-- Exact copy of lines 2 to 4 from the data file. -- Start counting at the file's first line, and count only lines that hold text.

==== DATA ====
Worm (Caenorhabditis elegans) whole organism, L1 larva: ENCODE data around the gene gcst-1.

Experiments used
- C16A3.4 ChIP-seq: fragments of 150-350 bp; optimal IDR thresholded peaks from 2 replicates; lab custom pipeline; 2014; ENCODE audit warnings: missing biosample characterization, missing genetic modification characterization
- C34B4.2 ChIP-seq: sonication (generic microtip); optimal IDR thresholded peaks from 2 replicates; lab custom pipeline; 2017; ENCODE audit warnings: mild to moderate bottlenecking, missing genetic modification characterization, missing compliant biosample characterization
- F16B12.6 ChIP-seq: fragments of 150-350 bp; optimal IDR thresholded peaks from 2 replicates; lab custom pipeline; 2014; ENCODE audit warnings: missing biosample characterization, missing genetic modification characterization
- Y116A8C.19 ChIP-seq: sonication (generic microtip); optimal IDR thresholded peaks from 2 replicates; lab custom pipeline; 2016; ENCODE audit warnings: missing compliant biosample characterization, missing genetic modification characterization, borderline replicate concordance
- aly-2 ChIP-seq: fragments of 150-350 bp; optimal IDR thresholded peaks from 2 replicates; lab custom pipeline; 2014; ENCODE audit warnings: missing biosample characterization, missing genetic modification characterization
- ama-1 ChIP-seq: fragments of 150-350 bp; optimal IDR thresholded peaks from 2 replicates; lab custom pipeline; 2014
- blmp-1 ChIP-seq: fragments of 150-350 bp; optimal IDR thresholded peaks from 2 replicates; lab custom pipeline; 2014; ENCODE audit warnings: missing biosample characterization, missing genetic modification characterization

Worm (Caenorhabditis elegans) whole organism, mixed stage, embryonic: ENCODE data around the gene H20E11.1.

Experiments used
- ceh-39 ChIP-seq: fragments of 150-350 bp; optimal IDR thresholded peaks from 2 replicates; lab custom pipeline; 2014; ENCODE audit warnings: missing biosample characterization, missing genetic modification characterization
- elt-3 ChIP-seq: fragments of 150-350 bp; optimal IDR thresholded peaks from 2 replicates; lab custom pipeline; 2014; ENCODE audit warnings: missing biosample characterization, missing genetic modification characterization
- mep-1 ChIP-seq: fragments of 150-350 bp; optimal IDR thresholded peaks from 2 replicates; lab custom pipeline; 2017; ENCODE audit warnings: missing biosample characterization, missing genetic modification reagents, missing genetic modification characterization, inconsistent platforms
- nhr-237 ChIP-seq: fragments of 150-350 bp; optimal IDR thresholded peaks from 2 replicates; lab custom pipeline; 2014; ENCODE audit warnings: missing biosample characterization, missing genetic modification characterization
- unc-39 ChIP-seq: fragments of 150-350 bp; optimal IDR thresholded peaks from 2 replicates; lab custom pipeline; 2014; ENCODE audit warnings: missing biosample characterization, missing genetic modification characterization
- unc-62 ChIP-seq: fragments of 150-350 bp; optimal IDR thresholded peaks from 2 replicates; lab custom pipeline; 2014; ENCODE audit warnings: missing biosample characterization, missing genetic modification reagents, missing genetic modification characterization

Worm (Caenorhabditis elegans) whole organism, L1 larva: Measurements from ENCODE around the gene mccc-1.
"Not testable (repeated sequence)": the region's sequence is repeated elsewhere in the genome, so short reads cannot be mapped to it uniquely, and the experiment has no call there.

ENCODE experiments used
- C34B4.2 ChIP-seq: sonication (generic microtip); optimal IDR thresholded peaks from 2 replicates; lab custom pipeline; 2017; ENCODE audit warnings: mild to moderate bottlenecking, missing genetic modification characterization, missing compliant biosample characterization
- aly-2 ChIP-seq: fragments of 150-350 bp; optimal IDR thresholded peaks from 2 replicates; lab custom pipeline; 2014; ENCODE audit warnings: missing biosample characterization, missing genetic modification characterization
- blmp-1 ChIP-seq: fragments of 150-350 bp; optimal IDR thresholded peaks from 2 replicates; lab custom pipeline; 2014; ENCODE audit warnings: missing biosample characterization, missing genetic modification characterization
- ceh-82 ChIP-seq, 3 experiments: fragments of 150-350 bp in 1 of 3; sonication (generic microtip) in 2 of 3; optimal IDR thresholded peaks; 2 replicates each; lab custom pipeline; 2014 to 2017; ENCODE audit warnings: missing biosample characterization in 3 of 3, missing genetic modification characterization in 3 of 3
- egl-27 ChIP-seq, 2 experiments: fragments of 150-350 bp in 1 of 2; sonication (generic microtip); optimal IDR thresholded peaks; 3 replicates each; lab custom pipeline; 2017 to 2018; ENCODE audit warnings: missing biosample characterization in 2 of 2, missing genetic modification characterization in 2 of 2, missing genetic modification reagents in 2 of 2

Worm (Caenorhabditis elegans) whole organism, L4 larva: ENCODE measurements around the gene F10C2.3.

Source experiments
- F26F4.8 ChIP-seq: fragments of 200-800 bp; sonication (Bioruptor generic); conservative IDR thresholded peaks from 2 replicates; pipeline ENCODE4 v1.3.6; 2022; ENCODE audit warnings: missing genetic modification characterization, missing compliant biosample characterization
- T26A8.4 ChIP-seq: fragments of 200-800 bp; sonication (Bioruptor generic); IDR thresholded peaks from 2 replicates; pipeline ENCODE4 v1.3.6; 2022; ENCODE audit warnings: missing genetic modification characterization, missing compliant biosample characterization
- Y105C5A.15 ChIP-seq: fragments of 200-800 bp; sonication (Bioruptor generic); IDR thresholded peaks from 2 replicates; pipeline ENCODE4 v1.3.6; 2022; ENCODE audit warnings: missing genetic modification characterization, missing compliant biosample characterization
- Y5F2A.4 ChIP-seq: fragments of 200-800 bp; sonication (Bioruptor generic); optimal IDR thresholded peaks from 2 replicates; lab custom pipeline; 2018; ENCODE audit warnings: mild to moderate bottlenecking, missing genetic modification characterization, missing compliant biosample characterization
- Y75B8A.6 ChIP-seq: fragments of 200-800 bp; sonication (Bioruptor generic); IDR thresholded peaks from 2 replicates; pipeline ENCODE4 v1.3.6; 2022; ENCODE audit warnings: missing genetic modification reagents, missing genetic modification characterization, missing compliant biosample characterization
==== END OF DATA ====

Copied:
Experiments used
- C16A3.4 ChIP-seq: fragments of 150-350 bp; optimal IDR thresholded peaks from 2 replicates; lab custom pipeline; 2014; ENCODE audit warnings: missing biosample characterization, missing genetic modification characterization
- C34B4.2 ChIP-seq: sonication (generic microtip); optimal IDR thresholded peaks from 2 replicates; lab custom pipeline; 2017; ENCODE audit warnings: mild to moderate bottlenecking, missing genetic modification characterization, missing compliant biosample characterization